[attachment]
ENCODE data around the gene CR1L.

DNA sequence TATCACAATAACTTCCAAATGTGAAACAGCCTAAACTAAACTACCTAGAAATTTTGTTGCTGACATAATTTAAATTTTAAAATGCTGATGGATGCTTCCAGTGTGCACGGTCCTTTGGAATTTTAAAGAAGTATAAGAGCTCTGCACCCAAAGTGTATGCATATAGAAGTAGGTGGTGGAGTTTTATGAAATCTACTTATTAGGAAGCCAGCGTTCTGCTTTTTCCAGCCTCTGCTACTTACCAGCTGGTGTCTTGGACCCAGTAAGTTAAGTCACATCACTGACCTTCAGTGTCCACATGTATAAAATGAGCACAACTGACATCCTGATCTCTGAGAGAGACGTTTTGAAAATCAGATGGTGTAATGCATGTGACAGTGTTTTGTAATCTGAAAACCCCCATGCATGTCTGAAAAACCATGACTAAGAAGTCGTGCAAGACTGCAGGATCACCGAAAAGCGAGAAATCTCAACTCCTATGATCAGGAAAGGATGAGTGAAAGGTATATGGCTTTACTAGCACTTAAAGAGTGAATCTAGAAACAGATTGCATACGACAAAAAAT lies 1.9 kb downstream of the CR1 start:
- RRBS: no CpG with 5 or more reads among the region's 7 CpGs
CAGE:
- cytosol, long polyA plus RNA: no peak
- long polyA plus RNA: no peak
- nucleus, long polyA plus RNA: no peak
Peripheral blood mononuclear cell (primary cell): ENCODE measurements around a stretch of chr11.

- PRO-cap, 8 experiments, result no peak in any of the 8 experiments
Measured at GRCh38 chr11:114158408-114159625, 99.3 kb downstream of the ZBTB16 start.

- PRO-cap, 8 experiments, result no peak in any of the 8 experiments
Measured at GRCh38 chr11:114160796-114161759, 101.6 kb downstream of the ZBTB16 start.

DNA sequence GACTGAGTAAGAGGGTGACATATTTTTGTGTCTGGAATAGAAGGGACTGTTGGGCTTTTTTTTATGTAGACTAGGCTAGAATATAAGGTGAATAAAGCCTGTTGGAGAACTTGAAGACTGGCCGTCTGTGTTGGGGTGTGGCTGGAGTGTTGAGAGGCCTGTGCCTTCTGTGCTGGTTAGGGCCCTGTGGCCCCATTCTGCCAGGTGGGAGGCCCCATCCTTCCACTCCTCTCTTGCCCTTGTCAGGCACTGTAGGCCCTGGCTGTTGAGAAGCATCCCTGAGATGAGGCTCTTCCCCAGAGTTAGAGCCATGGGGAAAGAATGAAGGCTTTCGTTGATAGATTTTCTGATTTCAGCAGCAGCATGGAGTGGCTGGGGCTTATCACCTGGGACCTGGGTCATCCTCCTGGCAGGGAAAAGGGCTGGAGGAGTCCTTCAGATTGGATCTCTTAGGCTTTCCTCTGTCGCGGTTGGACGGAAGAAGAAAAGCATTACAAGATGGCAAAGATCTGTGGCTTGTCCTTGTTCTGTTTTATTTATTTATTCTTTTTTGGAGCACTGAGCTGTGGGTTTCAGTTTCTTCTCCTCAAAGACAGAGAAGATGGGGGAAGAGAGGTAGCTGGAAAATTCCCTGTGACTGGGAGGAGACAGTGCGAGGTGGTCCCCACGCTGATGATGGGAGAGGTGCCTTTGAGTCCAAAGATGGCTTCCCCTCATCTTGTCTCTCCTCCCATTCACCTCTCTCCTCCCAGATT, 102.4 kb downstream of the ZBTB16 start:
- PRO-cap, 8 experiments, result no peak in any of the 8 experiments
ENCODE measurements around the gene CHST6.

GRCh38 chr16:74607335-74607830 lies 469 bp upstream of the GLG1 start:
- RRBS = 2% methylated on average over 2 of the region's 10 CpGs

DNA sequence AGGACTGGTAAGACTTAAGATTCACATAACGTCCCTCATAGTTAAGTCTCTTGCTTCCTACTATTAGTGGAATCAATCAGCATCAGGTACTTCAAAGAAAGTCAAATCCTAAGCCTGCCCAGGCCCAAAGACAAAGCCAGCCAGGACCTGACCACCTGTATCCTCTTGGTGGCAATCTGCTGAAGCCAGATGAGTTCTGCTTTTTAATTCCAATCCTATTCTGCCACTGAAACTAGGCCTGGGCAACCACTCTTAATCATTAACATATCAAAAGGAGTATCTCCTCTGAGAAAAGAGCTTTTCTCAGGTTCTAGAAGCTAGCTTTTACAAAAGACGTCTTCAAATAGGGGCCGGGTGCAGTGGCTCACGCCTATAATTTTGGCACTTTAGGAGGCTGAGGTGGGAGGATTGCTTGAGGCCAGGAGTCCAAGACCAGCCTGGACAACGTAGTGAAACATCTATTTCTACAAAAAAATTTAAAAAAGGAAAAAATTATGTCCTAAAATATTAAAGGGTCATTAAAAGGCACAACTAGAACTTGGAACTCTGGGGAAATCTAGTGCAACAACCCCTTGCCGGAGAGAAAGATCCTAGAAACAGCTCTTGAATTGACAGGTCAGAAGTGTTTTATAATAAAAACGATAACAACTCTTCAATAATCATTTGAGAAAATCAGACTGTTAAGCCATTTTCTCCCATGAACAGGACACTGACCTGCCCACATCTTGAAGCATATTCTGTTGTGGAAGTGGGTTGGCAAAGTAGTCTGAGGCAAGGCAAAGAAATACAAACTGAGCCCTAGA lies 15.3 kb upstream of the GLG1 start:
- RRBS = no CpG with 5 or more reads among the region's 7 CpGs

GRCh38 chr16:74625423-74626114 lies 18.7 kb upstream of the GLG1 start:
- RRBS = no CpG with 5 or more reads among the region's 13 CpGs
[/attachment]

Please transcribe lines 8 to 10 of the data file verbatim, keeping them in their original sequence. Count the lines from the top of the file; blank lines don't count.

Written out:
Peripheral blood mononuclear cell (primary cell): ENCODE measurements around a stretch of chr11.

- PRO-cap, 8 experiments, result no peak in any of the 8 experiments
Measured at GRCh38 chr11:114158408-114159625, 99.3 kb downstream of the ZBTB16 start.